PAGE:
Yamnuska Wolfdog Sanctuary provides a safe haven for wolfdogs

Wolfdog behind fence at Yamnuska Wolfdog Sanctuary
A beautiful wolfdog at the Yamnuska Wolfdog Sanctuary.

Just a short drive outside of Calgary, you will find the Yamnuska Wolfdog Sanctuary. It’s the only facility of its kind in Canada for a very unique animal. It oversees the rescue and safe sanctuary of wolfdogs that have been neglected, abandoned, or otherwise displaced.

What is a wolfdog?

A wolfdog is exactly as it sounds – it’s when a wolf and a dog is bred together to create a new mixed breed. These animals are intentionally bred as part of the exotic wild pet trade. If visions of Tiger King and Joe Exotic are flashing through your mind, that’s exactly what’s going on. Wolves and dogs do not commonly breed on their own so these wolfdogs are a whole new creation. Unfortunately, these animals are not nearly as domestic as dogs, making it difficult for many people to keep them as regular pets.

Irene petting a wolfdog.
During interactive sessions, a wolfdog is brought out for viewing.
This is a low content wolfdog that is more friendly with humans.

Through phenotypes (observing of characteristics) or even through a DNA test, it can be determined if an animal is actual a wolfdog. Characteristics include a narrow chest, very big paws and toes and long legs. This allows them to do single tracking so they only leave one set of tracks behind. Wolfdogs are also unable to wag their tail up. These dogs have very natural wolf instincts and a high prey instinct.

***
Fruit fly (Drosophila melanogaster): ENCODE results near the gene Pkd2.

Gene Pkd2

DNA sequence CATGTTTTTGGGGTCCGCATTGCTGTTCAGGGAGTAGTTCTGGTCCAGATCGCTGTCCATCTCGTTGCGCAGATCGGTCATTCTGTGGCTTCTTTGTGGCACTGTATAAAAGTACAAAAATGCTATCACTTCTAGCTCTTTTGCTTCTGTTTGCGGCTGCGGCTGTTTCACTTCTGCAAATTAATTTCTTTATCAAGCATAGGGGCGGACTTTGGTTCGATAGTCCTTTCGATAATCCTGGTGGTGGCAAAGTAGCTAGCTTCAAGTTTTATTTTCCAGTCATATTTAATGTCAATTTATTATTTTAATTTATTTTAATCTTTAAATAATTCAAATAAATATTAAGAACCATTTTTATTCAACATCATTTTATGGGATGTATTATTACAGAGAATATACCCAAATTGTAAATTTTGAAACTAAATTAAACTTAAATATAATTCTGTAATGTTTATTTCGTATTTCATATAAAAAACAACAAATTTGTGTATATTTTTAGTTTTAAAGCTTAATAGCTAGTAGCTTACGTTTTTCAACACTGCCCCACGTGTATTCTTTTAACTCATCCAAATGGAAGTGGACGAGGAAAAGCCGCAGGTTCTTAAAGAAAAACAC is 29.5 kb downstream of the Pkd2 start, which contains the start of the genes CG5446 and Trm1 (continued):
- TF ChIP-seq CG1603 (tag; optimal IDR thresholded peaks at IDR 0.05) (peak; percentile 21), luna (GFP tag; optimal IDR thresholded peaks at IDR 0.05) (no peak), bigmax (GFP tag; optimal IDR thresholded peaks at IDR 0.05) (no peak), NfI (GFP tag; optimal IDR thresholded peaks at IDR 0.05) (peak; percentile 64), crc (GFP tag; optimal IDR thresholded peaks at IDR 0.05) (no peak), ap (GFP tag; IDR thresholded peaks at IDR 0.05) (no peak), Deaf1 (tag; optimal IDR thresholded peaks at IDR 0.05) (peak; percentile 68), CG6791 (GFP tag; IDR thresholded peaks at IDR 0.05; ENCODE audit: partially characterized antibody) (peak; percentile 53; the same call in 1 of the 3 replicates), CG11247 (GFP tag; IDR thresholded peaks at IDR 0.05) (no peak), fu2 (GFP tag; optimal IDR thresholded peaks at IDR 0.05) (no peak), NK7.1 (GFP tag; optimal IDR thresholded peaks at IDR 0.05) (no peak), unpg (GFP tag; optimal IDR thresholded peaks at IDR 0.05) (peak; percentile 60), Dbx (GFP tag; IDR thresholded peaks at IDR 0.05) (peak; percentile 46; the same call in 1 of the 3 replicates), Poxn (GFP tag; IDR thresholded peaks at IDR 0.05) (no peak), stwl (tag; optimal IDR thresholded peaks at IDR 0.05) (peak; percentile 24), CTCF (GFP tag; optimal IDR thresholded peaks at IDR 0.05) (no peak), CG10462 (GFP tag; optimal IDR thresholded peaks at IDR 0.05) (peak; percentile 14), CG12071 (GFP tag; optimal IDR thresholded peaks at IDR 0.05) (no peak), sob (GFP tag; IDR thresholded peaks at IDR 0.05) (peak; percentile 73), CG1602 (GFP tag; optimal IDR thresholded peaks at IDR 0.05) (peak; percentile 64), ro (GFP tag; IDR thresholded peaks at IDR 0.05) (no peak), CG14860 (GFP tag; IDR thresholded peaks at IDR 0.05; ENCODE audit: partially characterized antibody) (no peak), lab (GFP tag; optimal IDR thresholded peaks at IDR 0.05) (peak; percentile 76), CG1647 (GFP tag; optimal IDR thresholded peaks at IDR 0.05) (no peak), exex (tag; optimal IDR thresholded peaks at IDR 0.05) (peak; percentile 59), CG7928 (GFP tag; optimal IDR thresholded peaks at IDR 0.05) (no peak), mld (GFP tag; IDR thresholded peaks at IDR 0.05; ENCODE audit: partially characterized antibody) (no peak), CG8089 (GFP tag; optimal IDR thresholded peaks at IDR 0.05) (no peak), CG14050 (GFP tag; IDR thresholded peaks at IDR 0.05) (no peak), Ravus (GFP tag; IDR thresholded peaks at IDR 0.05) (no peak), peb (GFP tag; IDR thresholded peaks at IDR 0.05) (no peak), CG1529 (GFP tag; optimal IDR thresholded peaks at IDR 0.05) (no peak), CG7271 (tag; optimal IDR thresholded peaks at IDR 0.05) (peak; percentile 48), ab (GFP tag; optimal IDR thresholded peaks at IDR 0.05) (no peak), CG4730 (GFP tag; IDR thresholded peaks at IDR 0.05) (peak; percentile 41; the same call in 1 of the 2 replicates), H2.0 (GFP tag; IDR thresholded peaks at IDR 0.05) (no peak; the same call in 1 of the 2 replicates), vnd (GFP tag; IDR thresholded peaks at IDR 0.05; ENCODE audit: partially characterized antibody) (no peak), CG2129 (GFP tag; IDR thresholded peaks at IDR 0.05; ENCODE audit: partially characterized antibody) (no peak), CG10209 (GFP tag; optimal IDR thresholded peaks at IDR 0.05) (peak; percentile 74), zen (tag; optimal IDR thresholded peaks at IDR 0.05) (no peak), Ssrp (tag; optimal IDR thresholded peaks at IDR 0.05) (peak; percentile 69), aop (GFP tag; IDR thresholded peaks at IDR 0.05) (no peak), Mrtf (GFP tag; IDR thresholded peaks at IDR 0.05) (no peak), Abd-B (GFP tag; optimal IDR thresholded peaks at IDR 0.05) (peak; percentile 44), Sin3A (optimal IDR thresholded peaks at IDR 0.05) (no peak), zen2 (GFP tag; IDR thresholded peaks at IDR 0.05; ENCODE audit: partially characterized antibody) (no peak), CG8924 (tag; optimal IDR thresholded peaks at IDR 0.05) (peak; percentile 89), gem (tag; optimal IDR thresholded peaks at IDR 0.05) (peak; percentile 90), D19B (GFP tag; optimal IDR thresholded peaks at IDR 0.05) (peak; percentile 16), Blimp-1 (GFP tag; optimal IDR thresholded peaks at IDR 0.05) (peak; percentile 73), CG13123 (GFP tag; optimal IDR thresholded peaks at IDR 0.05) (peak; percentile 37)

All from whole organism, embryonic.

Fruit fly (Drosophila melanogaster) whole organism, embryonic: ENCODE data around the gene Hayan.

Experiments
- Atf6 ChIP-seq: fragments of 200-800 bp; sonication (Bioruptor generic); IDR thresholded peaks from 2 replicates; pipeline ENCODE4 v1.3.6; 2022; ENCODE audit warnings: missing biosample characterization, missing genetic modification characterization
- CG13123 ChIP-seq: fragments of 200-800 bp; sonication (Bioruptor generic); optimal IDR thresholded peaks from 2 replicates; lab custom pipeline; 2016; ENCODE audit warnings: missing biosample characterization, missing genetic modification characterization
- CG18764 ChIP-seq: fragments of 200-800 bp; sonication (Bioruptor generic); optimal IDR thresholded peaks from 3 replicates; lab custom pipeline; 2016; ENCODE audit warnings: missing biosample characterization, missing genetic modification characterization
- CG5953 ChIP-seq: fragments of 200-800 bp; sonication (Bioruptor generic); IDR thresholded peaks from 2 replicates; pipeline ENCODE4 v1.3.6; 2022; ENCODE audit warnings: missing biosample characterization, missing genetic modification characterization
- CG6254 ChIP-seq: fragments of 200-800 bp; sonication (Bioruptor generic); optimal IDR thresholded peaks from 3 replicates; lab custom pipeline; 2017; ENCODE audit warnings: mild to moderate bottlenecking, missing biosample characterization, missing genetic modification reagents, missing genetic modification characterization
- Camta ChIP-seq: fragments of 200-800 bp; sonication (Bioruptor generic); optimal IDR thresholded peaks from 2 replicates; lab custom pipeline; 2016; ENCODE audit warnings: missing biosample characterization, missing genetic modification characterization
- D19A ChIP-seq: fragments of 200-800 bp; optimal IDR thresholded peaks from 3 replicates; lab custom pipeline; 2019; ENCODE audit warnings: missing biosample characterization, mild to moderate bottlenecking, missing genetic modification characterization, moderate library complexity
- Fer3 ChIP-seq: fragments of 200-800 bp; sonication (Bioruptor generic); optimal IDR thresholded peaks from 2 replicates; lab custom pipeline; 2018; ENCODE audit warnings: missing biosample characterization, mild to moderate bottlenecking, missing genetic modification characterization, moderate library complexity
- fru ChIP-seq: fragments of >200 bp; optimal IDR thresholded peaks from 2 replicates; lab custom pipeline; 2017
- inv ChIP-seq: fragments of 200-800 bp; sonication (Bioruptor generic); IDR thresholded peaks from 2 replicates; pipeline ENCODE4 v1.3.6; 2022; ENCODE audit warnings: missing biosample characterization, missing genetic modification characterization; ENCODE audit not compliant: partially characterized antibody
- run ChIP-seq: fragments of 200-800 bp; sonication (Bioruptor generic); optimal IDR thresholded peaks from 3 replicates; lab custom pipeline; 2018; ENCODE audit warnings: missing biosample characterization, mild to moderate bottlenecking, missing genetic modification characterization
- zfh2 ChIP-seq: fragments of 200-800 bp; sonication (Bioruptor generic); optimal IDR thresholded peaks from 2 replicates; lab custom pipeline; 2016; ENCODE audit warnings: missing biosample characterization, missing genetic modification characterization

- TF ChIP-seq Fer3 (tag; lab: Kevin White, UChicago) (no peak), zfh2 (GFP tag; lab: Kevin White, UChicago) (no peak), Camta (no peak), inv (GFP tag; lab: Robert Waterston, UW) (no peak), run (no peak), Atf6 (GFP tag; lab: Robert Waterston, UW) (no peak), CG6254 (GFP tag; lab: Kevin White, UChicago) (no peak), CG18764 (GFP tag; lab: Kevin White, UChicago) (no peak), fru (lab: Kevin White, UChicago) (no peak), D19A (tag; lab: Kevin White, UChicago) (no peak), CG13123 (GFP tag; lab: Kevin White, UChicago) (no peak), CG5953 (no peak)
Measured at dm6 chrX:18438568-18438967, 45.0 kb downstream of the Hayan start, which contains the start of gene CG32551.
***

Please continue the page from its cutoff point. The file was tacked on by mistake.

There are three rankings used to describe the wolf content in the animal: high, mid, and low. At the Yamnuska Wolf Dog Sanctuary, you’ll see examples of each type of wolfdog on hand. During my visit, it was really cool to see how different each wolfdog could look depending on the wolf content each had.

Yamnuska Wolfdog Sanctuary entrance

What does the Yamnuska Wolfdog Sanctuary do?

This home for abandoned wolfdogs provides a sanctuary for this unusual hybrid animal. The wolfdogs taken in by the facility often come from animal seizures, business closures or surrendered by owners that could not take care of them. It helps ensure that these animals have a place to survive and thrive as they don’t easily fit into either domestic or wild environments.

In addition to caring for almost thirty wolfdogs, the Yamnuska Wolfdog Sanctuary does tons of educational programming to teach about responsible wolfdog ownership, what a suitable home for a wolfdog looks like as well as the importance of preserving wolves in the wild.

Pair of wolfdogs
Pair of wolfdogs

Tours  at the Yamnuska Wolfdog Sanctuary                                                  

With general admission, you can visit the sanctuary at your own pace and enjoy a standalone interpretive walk throughout the large facility. But if you want to get really up close with the wolfdogs, I highly recommend signing up a tour. It’s a great way to learn more in-depth about these beautiful animals.

Intro tour signage